Iran's enriched uranium stockpile 16 times over nuclear deal limit: IAEA

US Rep. Ilhan Omar (D-MN) (L) talks with Speaker of the House Nancy Pelosi (D-CA) during a rally with fellow Democrats before voting on H.R. 1, or the People Act, on the East Steps of the US Capitol on March 08, 2019 in Washington, DC. (AFP photo)
The photo shows new-generation Iranian centrifuges unveiled on April 10, 2021. (Photo by

The International Atomic Energy Agency (IAEA) says Iran's stockpile of enriched uranium is around 16 times the limit laid down in the Joint Comprehensive Plan of Action (JCPOA), the nuclear agreement signed between Tehran and major world powers in 2015.

In its quarterly report on Monday, the IAEA said Iran's stockpile of enriched uranium was estimated to be 3,241 kilograms as of May 22 (vs 2,967.8 kilograms in February). The limit laid down in the deal was 300 kilograms of uranium in a particular compound form, the equivalent of 202.8 kilograms of uranium.

According to the report, the quarterly increase in Iran’s enriched uranium stock was estimated to be 273.2 kilograms, (vs 524.9 kg in February).

It said 15 cascades of IR-1 centrifuges, three IR-2M cascades and two IR-4 cascades were being fed with natural uranium hexafluoride gas on May 24 at Iran's Natanz uranium enrichment facility.

The IAEA report said Iran's stock of uranium enriched to up to 60 percent purity was estimated to be 2.4 kilograms (vs none in February) and gave an estimate of 62.8 kilograms of the country's stock of uranium enriched to up to 20 percent purity (vs 17.6 kilograms in February).

It added that the agency verified on May 18 that Iran had produced 2.42 kilograms of uranium metal.

The IAEA issued a second quarterly report on Iran alongside the main report on the so-called still-unexplained uranium traces.

In the report, IAEA Director General Rafael Mariano Grossi expressed "his concern over technical discussions with Iran," which "have not yielded the expected results," emphasizing that Tehran should clarify these issues without delay.

The second IAEA report claimed that Iran has not provided necessary explanation for the presence of nuclear material particles at any of the three locations inspected.

Grossi expressed hope that progress would be made in the ongoing Vienna talks before the meeting of the IAEA Board of Governors next week.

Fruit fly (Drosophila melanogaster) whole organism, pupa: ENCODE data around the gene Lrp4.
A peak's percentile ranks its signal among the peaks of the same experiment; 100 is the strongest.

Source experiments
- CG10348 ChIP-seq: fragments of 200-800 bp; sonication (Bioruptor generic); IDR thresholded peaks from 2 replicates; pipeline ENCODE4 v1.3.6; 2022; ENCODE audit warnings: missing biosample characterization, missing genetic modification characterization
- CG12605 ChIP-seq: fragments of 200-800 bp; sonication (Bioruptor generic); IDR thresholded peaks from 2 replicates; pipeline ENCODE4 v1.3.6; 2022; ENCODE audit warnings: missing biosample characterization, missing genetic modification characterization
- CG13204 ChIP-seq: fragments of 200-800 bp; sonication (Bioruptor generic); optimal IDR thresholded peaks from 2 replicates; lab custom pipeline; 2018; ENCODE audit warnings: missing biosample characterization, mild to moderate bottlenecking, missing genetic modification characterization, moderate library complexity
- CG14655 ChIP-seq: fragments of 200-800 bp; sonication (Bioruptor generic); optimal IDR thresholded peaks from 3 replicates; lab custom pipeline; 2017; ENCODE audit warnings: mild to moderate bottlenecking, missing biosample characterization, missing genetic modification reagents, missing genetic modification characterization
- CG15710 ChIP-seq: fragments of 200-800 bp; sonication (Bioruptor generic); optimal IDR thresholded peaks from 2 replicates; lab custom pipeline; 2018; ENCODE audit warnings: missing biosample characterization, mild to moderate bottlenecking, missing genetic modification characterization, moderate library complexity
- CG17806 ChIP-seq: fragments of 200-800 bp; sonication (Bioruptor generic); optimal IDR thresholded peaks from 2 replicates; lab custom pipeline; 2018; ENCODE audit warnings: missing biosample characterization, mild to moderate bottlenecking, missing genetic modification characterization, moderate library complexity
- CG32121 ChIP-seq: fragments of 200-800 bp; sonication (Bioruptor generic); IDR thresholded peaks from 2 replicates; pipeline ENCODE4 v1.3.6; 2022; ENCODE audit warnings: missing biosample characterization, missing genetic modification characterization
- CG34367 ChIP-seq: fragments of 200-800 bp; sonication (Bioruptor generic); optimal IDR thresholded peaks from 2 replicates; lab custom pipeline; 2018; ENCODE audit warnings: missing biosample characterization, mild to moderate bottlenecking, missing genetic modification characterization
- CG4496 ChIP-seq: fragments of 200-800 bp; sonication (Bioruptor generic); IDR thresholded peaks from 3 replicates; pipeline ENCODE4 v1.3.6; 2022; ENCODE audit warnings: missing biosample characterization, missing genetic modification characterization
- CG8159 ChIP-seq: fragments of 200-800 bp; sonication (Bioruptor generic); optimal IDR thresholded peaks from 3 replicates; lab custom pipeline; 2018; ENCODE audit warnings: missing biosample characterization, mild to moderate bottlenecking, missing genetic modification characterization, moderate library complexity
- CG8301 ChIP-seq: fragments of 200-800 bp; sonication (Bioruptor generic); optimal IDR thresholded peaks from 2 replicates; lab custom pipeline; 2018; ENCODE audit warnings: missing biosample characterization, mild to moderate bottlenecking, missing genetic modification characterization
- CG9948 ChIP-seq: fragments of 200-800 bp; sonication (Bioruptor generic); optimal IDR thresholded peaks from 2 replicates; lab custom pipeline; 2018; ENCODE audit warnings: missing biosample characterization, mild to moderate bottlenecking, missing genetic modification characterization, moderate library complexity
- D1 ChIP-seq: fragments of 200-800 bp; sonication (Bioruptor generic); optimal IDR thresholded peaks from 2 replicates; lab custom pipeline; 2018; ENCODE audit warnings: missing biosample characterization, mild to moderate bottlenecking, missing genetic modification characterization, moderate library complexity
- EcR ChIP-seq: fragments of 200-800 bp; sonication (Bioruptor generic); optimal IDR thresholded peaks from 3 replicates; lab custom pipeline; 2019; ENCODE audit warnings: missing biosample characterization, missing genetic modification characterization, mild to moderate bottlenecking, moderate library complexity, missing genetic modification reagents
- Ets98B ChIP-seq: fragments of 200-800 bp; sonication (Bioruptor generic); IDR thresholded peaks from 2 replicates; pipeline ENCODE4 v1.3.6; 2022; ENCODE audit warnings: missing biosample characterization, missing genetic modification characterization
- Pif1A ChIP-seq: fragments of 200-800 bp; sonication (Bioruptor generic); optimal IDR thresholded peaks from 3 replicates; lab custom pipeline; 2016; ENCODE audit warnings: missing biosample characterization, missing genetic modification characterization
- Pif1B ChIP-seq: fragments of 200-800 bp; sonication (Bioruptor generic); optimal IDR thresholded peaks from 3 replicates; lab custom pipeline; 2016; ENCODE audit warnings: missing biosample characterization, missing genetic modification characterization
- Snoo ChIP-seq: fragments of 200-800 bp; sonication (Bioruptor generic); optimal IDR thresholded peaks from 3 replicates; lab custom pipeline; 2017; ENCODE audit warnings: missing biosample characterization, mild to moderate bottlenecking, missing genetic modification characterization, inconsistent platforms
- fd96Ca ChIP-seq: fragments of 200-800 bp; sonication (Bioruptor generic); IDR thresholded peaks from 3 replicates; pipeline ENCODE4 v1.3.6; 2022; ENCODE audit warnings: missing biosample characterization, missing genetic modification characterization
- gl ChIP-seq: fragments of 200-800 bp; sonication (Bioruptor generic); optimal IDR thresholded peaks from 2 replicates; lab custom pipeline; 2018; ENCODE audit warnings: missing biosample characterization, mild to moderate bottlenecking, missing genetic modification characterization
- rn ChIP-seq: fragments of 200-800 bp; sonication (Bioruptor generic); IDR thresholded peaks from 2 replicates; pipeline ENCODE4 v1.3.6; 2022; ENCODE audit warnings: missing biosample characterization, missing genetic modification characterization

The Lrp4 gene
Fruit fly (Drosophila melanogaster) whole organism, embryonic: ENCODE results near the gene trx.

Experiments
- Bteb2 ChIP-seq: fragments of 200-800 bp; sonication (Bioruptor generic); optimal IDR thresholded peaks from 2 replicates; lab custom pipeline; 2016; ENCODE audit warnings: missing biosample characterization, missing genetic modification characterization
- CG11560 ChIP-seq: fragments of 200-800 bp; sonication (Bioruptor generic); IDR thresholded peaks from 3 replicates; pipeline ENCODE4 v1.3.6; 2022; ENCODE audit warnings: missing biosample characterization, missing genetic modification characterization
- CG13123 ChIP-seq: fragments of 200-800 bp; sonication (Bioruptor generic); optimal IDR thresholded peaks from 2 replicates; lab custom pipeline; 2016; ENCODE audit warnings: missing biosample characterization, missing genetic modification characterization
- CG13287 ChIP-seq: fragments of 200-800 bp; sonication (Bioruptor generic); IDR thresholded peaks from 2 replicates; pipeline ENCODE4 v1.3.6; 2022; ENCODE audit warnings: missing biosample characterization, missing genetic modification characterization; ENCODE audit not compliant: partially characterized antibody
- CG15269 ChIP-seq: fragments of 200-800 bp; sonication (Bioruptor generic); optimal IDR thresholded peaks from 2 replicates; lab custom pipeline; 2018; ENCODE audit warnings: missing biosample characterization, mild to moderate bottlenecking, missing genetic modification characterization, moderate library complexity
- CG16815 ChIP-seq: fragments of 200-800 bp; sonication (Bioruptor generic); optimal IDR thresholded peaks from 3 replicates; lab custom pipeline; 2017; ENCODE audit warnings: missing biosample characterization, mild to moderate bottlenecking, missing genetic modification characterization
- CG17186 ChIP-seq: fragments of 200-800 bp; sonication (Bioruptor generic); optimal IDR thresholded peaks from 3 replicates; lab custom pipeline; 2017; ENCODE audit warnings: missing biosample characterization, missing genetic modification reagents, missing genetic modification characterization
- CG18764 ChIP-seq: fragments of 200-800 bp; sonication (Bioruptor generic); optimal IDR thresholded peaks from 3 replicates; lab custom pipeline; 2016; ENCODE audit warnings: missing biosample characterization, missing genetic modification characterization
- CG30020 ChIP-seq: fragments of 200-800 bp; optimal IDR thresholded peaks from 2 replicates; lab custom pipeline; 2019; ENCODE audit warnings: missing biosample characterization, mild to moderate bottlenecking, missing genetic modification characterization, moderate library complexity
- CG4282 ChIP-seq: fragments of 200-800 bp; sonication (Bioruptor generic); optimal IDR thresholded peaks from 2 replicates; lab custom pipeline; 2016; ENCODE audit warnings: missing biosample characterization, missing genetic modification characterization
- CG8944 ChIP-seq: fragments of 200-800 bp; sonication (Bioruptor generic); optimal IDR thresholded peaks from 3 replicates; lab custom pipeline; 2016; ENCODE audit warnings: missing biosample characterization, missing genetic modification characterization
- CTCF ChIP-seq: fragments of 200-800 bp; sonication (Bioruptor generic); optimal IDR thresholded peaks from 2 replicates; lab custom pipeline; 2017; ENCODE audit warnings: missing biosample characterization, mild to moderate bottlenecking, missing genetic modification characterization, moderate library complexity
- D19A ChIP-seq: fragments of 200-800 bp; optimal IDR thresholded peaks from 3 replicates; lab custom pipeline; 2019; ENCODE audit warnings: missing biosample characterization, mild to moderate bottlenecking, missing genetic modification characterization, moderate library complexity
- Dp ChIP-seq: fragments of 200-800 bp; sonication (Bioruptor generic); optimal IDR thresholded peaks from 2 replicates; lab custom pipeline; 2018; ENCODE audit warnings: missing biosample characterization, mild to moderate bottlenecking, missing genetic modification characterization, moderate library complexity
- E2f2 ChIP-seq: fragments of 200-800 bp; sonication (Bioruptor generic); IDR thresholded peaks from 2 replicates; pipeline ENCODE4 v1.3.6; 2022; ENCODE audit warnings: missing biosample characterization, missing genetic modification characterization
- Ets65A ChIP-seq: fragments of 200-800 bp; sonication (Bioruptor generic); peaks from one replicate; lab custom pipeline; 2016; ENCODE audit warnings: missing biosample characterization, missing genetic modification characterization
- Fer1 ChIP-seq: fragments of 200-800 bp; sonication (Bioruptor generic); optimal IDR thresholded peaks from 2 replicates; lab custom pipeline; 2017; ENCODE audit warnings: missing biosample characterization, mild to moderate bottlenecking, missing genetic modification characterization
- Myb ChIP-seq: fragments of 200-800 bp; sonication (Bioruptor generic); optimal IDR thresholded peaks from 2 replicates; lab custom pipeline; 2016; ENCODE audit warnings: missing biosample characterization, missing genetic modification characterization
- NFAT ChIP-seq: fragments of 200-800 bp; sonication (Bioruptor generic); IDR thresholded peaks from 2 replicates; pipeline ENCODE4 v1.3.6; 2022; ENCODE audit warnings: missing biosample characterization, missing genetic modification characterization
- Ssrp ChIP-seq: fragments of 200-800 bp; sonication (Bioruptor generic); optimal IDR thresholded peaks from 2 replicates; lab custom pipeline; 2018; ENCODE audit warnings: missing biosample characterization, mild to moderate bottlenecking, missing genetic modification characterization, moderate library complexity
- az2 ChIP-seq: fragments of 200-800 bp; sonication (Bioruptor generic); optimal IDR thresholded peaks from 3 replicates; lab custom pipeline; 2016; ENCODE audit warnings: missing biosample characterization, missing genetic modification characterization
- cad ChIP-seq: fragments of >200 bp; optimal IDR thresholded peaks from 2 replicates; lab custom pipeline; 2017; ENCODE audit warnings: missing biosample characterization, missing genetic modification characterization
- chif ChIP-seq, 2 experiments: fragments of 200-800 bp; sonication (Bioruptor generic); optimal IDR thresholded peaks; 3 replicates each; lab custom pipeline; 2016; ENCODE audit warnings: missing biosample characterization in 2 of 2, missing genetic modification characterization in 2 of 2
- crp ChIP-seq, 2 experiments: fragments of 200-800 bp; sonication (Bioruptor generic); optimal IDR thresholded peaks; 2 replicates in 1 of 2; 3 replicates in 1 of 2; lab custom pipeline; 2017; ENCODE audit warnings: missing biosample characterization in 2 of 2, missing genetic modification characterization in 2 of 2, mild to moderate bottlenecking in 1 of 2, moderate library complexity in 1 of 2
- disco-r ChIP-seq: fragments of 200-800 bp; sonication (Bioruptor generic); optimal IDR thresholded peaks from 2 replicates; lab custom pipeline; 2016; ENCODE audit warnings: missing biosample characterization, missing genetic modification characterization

Head of the Atomic Energy Organization of Iran (AEOI) Ali Akbar Salehi said last week that the country continues to enrich uranium to 60 percent purity level as talks between the country and the remaining signatories to the JCPOA continue in the Austrian capital.

"Uranium enrichment at 60%, 20% and 5% purity levels still continues [by Iran] and our stockpiles of the 20% enriched uranium stand at over 90 kilograms," Salehi said.

Based on a law approved by Iran's Parliament, the country is scheduled to produce 120 kilograms of enriched uranium with a 20-percent purity level per year, the Iranian nuclear chief said, adding that the figure now stood at 90 kilograms after some four months.

Last December, Iranian lawmakers overwhelmingly voted in favor of the Strategic Action Plan to Counter Sanctions.

The law tasked the AEOI with producing and storing at least 120 kilograms of enriched uranium with a 20-percent purity level every year and raising enrichment beyond 20 percent according to the country's needs.

Under former president Donald Trump, the US in May 2018 withdrew from the landmark nuclear deal, officially known as the Joint Comprehensive Plan of Action (JCPOA), which was signed by Iran and major world powers. Trump also initiated a “maximum pressure” policy against Iran, prompting Tehran to take remedial measures by gradually reducing its nuclear commitments under the deal.

Tehran responded to the US noncompliance through taking a series of remedial measures envisaged in the nuclear deal if in case the other side did not observe its obligations.

Iran has insisted that it would observe its commitments only after the US removed all its sanctions in one step and Tehran could verify it.

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